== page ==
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1 million take part in record-breaking RSPB Big Garden Birdwatch - RSPB

family standing big patio windows looking out at a garden
Family observing wildlife from indoors, Big Garden Birdwatch. Image: Rahul Thanki / rspb-images.com

The number of nature lovers who took part in the RSPB’s Big Garden Birdwatch soared to a million people this winter after a year of lockdown restrictions saw people turn to nature for comfort.

Now in its 42nd year, the Big Garden Birdwatch is a chance for people of all ages to count the number of birds that visit their garden helping the RSPB build up a picture of how they are doing. This year over a million people across the UK took part, counting 17 million birds.

Hopes were raised for a bumper participation this year after results from a YouGov survey revealed the pandemic is making the public more aware of nature in their local area, with 41% seeing wildlife near their homes over the last 12 months that they had never noticed before.

The YouGov survey of 2,071 adults across the UK revealed 63% of people said watching the birds and hearing their song added to their enjoyment of life since the onset of the Covid-19 pandemic, with more than half of those surveyed (51%) believing the pandemic has made them more aware of the nature around them.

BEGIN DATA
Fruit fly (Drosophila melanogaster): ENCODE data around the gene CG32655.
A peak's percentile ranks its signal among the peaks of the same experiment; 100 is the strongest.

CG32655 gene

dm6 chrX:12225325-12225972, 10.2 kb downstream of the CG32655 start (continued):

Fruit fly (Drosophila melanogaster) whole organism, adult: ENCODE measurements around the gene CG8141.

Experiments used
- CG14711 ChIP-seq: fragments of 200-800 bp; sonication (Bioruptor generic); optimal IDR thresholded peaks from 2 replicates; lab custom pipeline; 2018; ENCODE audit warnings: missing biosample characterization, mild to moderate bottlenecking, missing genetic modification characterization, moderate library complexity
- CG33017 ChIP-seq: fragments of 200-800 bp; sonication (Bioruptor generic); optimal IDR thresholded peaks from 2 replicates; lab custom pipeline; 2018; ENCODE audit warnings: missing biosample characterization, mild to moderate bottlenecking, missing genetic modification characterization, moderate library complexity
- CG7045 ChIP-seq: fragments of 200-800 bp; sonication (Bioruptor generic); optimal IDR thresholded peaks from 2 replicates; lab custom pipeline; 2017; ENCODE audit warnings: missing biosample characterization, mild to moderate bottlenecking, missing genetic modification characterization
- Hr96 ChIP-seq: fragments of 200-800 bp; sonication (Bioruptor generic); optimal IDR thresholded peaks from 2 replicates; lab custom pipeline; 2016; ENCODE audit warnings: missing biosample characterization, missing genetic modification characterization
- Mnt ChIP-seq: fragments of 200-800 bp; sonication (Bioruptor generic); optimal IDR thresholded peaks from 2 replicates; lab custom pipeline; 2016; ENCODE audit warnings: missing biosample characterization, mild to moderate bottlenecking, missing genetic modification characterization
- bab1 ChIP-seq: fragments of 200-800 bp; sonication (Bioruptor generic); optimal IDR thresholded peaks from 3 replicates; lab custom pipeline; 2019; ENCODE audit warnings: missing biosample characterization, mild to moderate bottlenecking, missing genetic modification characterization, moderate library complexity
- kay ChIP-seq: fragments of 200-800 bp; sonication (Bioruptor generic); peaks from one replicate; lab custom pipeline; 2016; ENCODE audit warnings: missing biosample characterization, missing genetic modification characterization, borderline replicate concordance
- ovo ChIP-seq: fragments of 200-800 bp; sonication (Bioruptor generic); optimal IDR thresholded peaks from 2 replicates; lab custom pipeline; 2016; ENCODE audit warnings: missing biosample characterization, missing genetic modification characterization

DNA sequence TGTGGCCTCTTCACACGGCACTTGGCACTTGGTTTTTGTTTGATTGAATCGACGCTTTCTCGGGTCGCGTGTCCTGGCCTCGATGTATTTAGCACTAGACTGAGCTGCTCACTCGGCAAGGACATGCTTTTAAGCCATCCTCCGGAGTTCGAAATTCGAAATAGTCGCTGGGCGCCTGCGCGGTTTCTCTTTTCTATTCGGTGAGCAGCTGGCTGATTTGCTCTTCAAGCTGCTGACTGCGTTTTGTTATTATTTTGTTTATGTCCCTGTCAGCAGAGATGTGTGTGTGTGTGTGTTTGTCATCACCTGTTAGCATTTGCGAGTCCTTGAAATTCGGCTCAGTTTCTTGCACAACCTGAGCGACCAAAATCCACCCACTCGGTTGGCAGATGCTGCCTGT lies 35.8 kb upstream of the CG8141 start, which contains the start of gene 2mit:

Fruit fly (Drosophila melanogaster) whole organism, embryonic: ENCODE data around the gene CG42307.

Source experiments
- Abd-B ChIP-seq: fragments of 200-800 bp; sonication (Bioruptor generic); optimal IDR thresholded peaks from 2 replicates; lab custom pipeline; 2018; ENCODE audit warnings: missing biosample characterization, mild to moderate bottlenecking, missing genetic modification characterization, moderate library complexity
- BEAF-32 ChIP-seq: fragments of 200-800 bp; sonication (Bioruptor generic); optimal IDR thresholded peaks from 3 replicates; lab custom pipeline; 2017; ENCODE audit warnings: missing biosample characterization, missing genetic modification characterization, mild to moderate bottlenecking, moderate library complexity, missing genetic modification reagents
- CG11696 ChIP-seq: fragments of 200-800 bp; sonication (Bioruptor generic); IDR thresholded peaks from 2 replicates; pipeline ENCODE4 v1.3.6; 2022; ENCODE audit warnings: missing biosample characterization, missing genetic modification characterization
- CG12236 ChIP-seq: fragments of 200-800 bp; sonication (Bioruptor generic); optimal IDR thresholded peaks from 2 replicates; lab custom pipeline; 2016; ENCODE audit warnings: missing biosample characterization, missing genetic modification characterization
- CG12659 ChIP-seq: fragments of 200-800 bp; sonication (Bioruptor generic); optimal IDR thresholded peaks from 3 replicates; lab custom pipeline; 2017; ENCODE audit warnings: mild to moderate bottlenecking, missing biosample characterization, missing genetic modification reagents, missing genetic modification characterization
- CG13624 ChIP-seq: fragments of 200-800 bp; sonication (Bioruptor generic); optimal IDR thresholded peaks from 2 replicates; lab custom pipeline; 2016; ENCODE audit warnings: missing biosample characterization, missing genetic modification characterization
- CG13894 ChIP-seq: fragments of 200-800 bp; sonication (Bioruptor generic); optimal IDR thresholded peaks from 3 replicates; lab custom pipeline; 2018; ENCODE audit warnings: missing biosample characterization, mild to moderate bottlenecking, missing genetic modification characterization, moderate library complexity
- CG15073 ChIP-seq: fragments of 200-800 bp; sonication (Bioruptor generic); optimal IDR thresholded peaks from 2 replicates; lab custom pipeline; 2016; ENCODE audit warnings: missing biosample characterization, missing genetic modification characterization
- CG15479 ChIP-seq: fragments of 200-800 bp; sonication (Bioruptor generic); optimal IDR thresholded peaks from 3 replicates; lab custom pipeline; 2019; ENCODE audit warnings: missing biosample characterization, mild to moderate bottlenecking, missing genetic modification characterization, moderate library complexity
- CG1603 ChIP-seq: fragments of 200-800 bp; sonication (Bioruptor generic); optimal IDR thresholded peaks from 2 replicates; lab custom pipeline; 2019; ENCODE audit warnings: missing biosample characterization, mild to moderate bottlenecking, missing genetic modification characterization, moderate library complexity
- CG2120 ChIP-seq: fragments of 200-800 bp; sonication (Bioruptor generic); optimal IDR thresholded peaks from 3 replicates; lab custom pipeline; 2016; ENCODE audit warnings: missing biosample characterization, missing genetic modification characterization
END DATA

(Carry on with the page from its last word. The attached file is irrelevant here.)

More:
When the final Big Garden Birdwatch results were counted, the RSPB was blown away by the phenomenal response from the public. Over the first three days of submissions alone, numbers were up 85% compared to the same time period in 2020.

The event held over the last weekend in January revealed the house sparrow held on to its number one spot but 16 out of the top 20 bird species showed declines in average counts compared to last year. Only robins, blackbirds, carrion crows and the song thrush saw an increase on 2020.

Over its four decades, Big Garden Birdwatch has highlighted the winners and losers in the garden bird world. It was first to alert the RSPB to the decline in song thrush numbers, which are still down 78% compared to the first Big Garden Birdwatch in 1979. This species was a firm fixture in the top 10 in 1979. By 2009, its numbers were less than half those recorded in 1979, it came in at 20th in the rankings this year, seen in just 9% of gardens.

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